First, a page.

Keep an eye on the FBI

November 07, 2005

FBI agents have spied on Americans without following even their own secret rules, sometimes for as long as 15 months, according to recently released documents. If it cannot follow its current rules, the agency certainly cannot be trusted with even more spy powers, and with no requirement to report its actions - and its breaches - to Congress. But that may well happen if Congress reauthorizes the House version of the Patriot Act in the next few weeks.

The FBI investigated hundreds of potential violations of federal law or bureau policy related to how its agents performed secret surveillance operations from 2002 to 2004, according to reports released by the agency to the nonprofit Electronic Privacy Information Center. Among the egregious actions: reading bank statements and e-mail without permission, improperly conducting physical searches, and following a suspect for 15 months before applying for permission to do so.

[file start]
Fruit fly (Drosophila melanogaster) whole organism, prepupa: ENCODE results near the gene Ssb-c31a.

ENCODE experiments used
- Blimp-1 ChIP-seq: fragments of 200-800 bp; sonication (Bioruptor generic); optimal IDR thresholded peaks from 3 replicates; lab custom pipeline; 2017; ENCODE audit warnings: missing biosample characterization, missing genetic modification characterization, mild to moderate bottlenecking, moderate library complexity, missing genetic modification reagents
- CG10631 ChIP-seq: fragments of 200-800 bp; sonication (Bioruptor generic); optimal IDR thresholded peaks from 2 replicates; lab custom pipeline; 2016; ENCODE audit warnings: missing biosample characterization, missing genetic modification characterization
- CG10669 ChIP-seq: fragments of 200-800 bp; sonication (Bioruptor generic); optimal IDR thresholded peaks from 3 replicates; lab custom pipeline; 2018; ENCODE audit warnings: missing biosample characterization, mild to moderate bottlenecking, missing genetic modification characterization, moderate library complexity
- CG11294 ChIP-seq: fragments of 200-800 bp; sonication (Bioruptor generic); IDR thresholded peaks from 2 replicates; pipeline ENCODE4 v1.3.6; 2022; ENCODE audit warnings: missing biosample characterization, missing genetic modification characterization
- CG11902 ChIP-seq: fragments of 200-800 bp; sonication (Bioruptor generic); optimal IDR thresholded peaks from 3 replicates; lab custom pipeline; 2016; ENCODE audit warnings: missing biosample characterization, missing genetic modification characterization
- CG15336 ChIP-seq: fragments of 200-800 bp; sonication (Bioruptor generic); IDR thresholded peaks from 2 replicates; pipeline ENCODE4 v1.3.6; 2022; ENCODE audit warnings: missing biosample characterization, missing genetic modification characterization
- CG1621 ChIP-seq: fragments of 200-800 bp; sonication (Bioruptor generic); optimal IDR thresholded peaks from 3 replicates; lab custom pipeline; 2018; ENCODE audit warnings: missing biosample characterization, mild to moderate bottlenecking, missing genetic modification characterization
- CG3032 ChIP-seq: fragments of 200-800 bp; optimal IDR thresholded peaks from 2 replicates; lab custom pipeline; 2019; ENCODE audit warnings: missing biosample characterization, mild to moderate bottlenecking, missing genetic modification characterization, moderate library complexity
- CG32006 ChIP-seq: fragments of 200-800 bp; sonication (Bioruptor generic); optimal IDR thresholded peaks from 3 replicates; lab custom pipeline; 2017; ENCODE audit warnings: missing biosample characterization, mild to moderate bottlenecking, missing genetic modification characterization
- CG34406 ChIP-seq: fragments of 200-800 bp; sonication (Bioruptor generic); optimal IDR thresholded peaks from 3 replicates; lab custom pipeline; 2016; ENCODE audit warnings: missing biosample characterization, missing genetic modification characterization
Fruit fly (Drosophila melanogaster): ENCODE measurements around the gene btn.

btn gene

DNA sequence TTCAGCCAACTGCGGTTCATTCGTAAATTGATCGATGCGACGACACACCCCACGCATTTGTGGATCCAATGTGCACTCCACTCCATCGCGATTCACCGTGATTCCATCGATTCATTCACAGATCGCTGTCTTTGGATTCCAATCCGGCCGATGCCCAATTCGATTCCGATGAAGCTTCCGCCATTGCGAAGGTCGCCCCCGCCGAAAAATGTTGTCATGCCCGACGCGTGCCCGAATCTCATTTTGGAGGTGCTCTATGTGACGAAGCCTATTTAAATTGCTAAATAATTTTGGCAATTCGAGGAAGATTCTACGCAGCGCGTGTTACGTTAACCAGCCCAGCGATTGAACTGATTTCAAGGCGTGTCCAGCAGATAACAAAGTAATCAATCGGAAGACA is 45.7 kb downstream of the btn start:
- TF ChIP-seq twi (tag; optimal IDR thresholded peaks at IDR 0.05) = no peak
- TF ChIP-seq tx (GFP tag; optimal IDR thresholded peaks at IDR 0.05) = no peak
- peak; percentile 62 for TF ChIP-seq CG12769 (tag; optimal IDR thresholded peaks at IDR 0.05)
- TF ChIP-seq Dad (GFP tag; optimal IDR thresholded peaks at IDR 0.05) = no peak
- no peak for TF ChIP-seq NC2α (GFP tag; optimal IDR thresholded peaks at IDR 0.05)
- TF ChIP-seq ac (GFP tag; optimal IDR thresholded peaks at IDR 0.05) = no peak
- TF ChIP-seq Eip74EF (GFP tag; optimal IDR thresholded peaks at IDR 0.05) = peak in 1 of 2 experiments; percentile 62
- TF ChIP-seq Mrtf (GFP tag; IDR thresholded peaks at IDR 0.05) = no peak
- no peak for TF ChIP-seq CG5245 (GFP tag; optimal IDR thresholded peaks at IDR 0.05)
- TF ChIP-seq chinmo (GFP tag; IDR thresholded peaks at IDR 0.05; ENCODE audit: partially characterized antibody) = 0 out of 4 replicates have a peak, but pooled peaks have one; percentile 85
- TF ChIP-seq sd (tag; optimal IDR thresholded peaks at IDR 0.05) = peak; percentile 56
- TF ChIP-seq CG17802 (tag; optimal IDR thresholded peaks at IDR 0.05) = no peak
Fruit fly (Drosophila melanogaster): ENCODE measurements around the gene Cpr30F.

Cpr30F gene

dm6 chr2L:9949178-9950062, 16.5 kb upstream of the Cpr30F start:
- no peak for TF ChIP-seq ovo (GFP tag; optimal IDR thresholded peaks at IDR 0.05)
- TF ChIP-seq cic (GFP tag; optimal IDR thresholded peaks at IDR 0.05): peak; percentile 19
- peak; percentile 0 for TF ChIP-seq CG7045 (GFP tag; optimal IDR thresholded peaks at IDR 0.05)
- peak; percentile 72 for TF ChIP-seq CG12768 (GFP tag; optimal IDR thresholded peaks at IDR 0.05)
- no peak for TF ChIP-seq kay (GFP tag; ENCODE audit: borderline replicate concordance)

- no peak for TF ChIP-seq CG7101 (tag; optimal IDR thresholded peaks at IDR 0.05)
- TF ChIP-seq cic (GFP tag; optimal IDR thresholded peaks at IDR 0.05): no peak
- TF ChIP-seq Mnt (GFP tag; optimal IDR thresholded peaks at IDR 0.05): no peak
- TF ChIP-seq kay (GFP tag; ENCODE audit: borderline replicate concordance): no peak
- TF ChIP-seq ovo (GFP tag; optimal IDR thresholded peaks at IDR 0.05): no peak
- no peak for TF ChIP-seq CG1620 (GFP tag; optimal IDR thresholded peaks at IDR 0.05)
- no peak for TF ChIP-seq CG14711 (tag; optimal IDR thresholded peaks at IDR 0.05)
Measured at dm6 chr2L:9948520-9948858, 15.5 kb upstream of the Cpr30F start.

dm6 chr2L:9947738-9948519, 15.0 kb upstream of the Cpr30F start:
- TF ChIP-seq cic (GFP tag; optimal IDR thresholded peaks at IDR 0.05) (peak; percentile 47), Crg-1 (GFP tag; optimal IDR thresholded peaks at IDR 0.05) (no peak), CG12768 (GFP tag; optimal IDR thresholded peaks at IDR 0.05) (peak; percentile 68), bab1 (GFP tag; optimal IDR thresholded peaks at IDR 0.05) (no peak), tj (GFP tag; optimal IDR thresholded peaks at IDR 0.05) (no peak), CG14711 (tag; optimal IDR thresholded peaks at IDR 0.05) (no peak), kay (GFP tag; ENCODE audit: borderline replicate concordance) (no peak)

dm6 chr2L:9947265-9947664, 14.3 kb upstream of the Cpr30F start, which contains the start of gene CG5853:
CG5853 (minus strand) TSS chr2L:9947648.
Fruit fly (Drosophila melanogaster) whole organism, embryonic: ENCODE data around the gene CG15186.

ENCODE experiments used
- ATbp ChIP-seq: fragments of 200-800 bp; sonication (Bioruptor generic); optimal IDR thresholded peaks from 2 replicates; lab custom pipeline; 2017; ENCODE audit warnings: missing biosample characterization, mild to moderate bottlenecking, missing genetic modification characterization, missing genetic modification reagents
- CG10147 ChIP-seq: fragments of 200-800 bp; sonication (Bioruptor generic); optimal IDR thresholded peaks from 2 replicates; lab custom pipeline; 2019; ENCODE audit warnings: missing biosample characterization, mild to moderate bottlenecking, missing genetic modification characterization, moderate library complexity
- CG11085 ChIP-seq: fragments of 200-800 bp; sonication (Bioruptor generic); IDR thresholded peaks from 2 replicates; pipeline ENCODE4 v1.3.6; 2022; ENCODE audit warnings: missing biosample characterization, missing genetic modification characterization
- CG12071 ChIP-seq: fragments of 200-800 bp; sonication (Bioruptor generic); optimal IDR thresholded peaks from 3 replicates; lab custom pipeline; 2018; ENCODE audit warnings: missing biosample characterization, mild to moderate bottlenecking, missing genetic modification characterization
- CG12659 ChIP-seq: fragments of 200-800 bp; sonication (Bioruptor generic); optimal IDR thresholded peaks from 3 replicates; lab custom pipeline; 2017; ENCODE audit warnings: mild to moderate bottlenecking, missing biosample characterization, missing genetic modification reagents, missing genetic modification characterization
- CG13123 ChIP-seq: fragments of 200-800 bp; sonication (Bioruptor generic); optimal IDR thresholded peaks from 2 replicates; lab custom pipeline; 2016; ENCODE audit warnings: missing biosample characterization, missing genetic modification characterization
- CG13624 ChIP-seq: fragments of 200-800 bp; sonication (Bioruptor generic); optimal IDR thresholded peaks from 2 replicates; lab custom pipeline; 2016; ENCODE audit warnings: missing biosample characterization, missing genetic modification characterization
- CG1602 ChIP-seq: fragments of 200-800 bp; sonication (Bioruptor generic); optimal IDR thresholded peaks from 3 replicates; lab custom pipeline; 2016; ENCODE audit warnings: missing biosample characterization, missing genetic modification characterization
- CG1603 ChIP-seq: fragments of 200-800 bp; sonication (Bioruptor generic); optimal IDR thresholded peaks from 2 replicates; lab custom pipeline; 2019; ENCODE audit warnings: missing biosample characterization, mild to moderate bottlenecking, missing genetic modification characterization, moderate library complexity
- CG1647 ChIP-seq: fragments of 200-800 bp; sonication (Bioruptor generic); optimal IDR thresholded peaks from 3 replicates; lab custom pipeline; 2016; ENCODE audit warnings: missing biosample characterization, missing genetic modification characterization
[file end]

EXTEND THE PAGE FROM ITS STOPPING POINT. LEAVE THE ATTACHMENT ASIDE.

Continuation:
Thirteen of these breaches were deemed serious enough to be referred to the Intelligence Oversight Board, a presidential panel charged with enforcing surveillance laws. Congress, on the other hand, heard nothing of these or any other alleged misdoings. That must change.

Legislative oversight is the check on renegade operatives; it ensures accountability and helps convince citizens that the government isn't Big Brother. While it's true that some information about secret surveillance must stay secret, the number of cases, their type and their outcomes need not. Congress also can hold confidential committee hearings for detailed reporting.

The bureau blames most of the errors it has found on inexperienced agents, newly transferred to clandestine operations during the FBI's shift to fighting terrorism at home. But it also said it has found an additional 113 violations in the past year - two years after the big shift. That's too long a learning curve.

This might be the tip of an iceberg of wanton abuses, as the Electronic Privacy Information Center and others suggest. It might not.

Americans would like to know. It's the job of Congress to find out.

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